When many people come to Venice and negotiate their first gondola ride, they think they’re shelling out a small fortune while the gondolier is making easy money.

Think again.

Becoming a gondolier is no easy feat.

I used to think the whole thing about a taxi driver in NYC having to pay a hefty sum to buy a yellow cab medallion was ridiculous. I believe a wannabe gondolier has more of an uphill climb.

Used to be that a gondolier license had to pass from father to son.

Or to another male family member IF there was no son. Yep, all-in-the-family was the name of the game.

Now the process is even harder.

These days you have to belong to a 1000-year-old Gondolier’s Guild. And that comes only after 400 hours of training under the sponsorship and tutelage of an existing member, and after passing a stringent exam. A potential gondolier must demonstrate strength and agility of handling the unique boat, and a thorough understanding of the maze of canals and geography of Venice. Add to that a command of languages, and a thorough knowledge of Venice’s history and culture.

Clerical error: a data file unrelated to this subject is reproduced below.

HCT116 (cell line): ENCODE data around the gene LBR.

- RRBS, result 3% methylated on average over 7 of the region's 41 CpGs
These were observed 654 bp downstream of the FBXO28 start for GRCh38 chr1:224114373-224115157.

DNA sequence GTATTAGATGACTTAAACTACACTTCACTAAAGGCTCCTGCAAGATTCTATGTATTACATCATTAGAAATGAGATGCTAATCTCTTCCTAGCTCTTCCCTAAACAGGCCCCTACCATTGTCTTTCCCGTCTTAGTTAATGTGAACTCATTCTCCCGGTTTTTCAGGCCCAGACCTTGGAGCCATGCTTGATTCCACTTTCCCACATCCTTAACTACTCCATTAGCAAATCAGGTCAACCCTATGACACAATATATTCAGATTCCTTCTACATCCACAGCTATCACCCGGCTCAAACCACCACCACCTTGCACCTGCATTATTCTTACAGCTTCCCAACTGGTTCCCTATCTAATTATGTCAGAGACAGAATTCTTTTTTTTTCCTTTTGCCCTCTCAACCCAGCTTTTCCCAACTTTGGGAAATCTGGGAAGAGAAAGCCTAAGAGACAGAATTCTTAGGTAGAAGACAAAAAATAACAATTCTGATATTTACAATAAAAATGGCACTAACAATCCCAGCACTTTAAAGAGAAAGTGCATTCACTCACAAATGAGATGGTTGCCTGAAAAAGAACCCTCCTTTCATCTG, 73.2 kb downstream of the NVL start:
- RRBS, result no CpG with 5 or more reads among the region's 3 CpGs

Then there’s the whole bit about staking out a spot.

I’m not an expert on this but, from what I understand, a new gondolier can’t just hang out his shingle anywhere and then commence to rake in the dough. As you would expect, some areas are better hot spots for a steady stream of ready-and-willing tourists. I’m curious to learn more about the ins and outs of route negotiations amongst the gondoliers.

Gondoliers make decent money.

Yep, in the neighborhood of $150,000 each year. But they work hard. Imagine all that’s required to cater to the desires of diverse tourists. Then there’s the physical strength required to navigate some pretty significant traffic on the canals of Venice. And, oh yeah, the maintenance required to keep one’s boat in top-notch condition.

Finally, Venice welcomed its first female into the historically all-male gondolier ranks.

This happened in 2010. And even this woman’s father was dubious as to whether she was fit to assume the role. I’m not sure if additional women have joined this boys’ club. You can be sure I’ll be keeping my eyes open for new developments.

Maybe I’ll even be able to track down the first female gondolier and capture her at work. If so, I’ll be sure to share.

For now, I hope you enjoy these snippets of gondolier life. Consider this post an appetizer for a more in-depth story to come––hopefully, in the near future.